Consumers unwilling to drink arsenic contaminated water are demanding a more rapid implementation. Publicly owned utilities, however, will be held hostage from implementing a more rapid solution due to government approval cycles, annual budgets, required biding processes and slow implementation schedules. As a result, in-home treatment systems, which immediately can be installed, are a very popular treatment option for individual homeowners. Other advantages such as low implementation/operating costs and improved flexibility make the POU/POE approach option appealing.
Current Solutions and Practices
Arsenic is a naturally occurring metal found in rocks and soil, which can be released into the environment through geological events such as volcanic activity and erosion. Other releases of arsenic into the environment occur through industrial processes such as production of paints, metals, soaps, dyes, drugs, semi-conductors and wood preservatives, as well as in mining and smelting.
General Information and Background
A wide range of technologies, some new and some more traditional, is being marketed and applied for arsenic treatment. Each of these technologies has specific properties impacting its suitability for any particular scale of application. While rare, the ability of a single water treatment technology to perform effectively across many treatment platforms is not unique.
Cross-platform viability of treatment technologies
In February, NSF International arranged for many experts to cover the issues and facets of point-of-use and point-of-entry (POU/POE), how they can be used for PWS compliance and other opportunities for the manufacturers and users. This article is intended to provide opinions and a broad conference overview.
Some really important research going on right now, which is critical for the point-of-use/point-of-entry (POU/POE) industry in order for POU/POE treatment to become an accepted practice for small public water system compliance. It seems as though we are closer than ever to finding acceptance in this arena.
A combination of increasing arsenic levels from the new well and the lowering of the MCL to 10 ppb has the water company concerned about meeting the new arsenic standards.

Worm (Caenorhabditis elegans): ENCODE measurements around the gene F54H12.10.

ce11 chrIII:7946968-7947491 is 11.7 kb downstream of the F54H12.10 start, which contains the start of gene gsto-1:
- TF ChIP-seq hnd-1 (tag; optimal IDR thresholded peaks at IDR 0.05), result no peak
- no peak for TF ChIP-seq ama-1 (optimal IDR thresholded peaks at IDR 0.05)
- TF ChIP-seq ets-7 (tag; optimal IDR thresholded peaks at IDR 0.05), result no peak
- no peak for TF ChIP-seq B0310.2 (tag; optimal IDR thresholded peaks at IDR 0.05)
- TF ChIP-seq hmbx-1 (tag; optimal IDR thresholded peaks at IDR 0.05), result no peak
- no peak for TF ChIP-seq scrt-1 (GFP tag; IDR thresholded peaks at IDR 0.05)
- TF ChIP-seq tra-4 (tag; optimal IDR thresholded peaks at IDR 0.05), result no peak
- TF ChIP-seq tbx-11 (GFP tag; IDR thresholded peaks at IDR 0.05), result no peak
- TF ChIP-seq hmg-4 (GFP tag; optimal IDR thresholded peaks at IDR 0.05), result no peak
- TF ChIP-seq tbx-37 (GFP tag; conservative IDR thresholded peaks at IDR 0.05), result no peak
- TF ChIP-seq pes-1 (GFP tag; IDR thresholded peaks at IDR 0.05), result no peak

At Work on Arsenic Removal
Manganese greensand is a specially processed medium for iron, manganese, and hydrogen sulphide removal. This premium non-proprietary filter medium is processed from glauconitic greensand on which a shiny, hard finite thickness manganese oxide coating is formed and is firmly attached on every grain by a controlled process.
While high concentrations of arsenic are found mostly in the Western region of the United States, parts of the Midwest and New England show levels of arsenic
that exceed the newly approved U.S. Environmental Protection Agency (EPA) standard of 10 parts per billion (ppb). Individuals not willing to wait for their water system's compliance with the arsenic standard currently are looking for treatment systems to use in their homes. POU and even point-of-entry (POE) treatment systems are an attractive solution for these individuals. The process should begin with a basic understanding of arsenic contamination and the element's chemistry, a complete water quality analysis of the application-specific water and the knowledge of available technologies.
Editor’s Note: Part 1 of this series provided a timeline for the development of a drinking water standard for arsenic. It also summarized the political and public reactions to the U.S. EPA decision to delay and withdraw the arsenic rule.
Part 2 dealt with human exposure and advances in knowledge concerning human health effects of exposure to arsenic.
Part 3 summarized early data on the occurrence of arsenic in U.S. waters.
Arsenic Removal Methods
Only recently has a substantial amount of data become available on the concentrations of arsenic in United States drinking water supplies. Most of these data have been accumulated by the state regulatory agencies responsible for monitoring drinking waters. Since the arsenic standard has been 50 µg/L, some state agencies have recorded arsenic concentrations only in excess of that concentration. Others have been limited by the sensitivity of the analytical techniques and equipment used for the arsenic analysis. As a result, much of the available arsenic data are “below the limits of detection.
Occurrence of Arsenic in U.S. Waters